HMS Egeria (1873)

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HMS Egeria in 1874
HMS Egeria
Career (United Kingdom)
Name: HMS Egeria
Builder: Pembroke
Cost: Hull £32,468, machinery £10,414[1]
Launched: 1 November 1873
Fate: Sold in 1911
General characteristics
Class and type: Fantome-class Screw Composite Sloop
Tons burthen: 940 tons
Length: 160 ft (49 m)
Beam: 31 ft (9.4 m)
Draught: 14 ft (4.3 m)
  • 2-cylinder horizontal compound-expansion steam engine
  • Three cylindrical boilers
  • Single 11 ft (3.4 m) diameter screw
Sail plan: Barque Rigged
Range: 1,000 nmi (1,900 km) at 10 kn (19 km/h)
Complement: 125
  • Two 7-inch (90cwt) MLR
  • Two 64-pounder MLR[1]
File:Australia Station Squadron (AWM 304426).jpg
Ships of the Royal Navy's Australia Station, moored in Farm Cove, Sydney, c.1880. Egeria is the left-most ship

HMS Egeria was a 4-gun screw sloop of the Fantome class launched at Pembroke on 1 November 1873[2]. She was named after Egeria, a water nymph of Roman mythology, and was the second ship of the Royal Navy to bear the name.


Egeria was constructed of an iron frame sheathed with teak and copper (hence 'composite'), and powered by a two-cylinder horizontal compound-expansion steam engine. This engine, provided by Humphrys, Tennant & Company,[1] drove a single 11-foot (3.4 m) diameter screw and generated an indicated 1,011 horsepower (754 kW). Steam was provided by three cylindrical boilers working at 60 pounds per square inch (4.1 bar).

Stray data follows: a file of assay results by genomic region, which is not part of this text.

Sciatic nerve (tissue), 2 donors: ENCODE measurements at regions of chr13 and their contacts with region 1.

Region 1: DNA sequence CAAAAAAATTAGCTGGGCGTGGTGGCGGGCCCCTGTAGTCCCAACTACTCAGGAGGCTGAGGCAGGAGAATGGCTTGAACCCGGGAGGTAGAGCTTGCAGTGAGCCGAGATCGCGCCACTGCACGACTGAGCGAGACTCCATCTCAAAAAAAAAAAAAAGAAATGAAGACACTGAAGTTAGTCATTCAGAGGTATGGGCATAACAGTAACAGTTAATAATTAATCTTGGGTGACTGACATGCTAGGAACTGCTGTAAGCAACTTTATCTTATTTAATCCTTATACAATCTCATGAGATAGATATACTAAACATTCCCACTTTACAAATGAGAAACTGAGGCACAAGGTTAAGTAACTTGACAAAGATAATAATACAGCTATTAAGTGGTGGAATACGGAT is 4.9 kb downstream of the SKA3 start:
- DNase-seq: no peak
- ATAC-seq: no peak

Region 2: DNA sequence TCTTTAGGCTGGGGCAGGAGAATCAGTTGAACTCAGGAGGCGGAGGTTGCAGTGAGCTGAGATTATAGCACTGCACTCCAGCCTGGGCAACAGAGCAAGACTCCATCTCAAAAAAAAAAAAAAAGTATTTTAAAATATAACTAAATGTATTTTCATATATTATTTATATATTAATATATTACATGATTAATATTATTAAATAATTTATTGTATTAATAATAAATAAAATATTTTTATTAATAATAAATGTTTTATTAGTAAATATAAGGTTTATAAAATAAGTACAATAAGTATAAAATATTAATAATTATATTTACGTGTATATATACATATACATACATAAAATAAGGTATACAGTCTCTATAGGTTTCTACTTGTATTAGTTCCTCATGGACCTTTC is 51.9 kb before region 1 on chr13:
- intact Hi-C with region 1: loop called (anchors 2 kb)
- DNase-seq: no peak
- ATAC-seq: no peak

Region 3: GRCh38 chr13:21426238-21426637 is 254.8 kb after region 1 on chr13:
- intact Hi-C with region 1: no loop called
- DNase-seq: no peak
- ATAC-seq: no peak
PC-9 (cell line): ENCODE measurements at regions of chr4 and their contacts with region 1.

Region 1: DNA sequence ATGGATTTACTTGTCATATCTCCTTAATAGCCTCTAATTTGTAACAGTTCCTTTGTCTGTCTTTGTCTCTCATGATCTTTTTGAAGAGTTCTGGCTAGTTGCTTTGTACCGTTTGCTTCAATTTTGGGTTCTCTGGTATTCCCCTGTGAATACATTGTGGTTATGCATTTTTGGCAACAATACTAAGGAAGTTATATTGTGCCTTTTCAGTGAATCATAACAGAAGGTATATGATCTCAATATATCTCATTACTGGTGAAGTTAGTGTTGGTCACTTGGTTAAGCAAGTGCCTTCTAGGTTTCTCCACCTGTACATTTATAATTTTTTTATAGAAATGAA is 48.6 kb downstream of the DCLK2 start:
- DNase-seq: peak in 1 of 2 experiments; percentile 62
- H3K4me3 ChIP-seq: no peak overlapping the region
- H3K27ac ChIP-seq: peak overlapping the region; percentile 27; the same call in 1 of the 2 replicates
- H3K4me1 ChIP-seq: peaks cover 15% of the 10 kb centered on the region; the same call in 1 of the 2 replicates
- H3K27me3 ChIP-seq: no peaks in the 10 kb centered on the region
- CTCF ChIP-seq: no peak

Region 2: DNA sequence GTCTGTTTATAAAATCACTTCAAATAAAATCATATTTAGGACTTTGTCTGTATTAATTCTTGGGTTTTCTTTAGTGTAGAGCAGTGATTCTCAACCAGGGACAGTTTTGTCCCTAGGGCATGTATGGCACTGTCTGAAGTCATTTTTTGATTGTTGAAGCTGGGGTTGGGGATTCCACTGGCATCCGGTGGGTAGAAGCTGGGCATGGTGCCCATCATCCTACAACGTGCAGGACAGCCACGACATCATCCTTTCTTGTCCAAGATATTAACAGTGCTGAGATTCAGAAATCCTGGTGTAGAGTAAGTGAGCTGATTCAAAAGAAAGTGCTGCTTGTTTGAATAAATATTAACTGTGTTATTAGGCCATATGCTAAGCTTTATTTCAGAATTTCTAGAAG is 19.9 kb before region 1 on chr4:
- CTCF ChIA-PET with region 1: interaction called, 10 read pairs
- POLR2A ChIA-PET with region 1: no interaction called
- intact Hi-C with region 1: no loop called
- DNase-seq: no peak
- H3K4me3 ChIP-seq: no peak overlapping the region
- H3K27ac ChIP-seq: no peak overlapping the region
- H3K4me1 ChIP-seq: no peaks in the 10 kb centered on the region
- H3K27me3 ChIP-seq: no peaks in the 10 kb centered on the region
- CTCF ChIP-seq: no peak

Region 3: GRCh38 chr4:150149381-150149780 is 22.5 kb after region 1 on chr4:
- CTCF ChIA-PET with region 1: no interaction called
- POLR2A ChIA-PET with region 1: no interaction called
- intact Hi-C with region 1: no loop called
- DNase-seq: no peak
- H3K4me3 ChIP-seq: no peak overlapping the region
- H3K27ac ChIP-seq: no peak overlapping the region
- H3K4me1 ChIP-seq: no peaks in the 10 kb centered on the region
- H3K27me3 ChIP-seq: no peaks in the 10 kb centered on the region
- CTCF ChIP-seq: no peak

The Perak War

In 1875 Egeria, commanded by Commander Ralph Lancelot Turton, proceeded to Perak (in modern Malaysia), as one of a squadron of six ships under Captain Alexander Buller with his senior officer’s pennant in HMS Modeste, to take part in an expedition against the murderers of Mr James W. W. Birch, the British Resident in Perak. While the troops and a naval brigade advanced on the upper reaches of the Perak River simultaneously from two points, Egeria blockaded the Perak Littoral, and sent her boats up the Kurow River. These boats destroyed or carried off some guns, arms, and ammunition which might have been useful to the enemy. Severe punishment was inflicted on the natives, but the murderers were not brought to account for some time afterwards. [3]

Survey of Australia

From 1886, under the command of Captain Pelham Aldrich, Egeria was engaged in survey around Australia.[4]

In 1890 Hansard records that

One petty officer and one seaman of the Egeria were tried for attempting to make a mutinous assembly and for wilful disobedience to orders, and were sentenced respectively to five years' penal servitude and two years' imprisonment. Five other seamen were tried for disobedience, and sentenced to punishments varying from one year to six months' imprisonment.[5]

Survey of British Columbia

In 1898, Egeria arrived in British Columbia where she was engaged in coastal surveys for the Royal Navy until 1910, by which time coast surveying responsibilities had been transferred to the Canadian Hydrographic Service. The previous surveying ship, the steamship Beaver, had been paid off 28 years earlier in 1870.

Egeria was primarily involved in resurveying settled areas of the British Columbia coast to create modern charts on a larger scale. The last survey it conducted was of Welcome Pass off the Sunshine Coast of British Columbia. [6]

A representation of Egeria is included on a commemorative tile at the Marine Building at 355 Burrard St. in Vancouver, British Columbia. It is one of eight historic ships of British Columbia so honored by this Art Deco building which opened in 1930.

Decommissioning and sale

After many years in the Surveying Service, in November 1911 she was put up to public auction at Esquimalt, and sold to the Vancouver branch of the Navy League for £1,416.